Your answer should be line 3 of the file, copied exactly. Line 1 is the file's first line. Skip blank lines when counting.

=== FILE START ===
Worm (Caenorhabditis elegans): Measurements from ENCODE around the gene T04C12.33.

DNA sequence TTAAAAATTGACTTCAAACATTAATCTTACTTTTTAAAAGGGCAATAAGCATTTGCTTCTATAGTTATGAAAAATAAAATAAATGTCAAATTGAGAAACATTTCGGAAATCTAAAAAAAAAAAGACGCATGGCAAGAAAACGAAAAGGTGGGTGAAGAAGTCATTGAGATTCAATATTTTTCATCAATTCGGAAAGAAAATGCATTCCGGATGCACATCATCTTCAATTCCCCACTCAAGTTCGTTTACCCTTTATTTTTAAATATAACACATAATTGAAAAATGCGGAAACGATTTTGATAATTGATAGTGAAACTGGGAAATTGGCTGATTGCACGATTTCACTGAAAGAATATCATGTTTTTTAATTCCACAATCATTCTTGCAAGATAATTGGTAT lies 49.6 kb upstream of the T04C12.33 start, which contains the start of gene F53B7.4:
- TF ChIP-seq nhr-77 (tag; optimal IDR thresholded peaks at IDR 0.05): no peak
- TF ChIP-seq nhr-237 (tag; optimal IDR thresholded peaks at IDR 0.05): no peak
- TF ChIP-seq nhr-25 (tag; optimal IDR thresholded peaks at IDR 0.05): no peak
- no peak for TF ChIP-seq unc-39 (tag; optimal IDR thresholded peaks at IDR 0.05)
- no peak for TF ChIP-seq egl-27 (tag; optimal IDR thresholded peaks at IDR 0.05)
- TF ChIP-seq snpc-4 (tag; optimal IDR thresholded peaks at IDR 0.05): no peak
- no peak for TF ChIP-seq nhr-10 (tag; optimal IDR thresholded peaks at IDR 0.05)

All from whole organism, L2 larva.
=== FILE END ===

- TF ChIP-seq nhr-77 (tag; optimal IDR thresholded peaks at IDR 0.05): no peak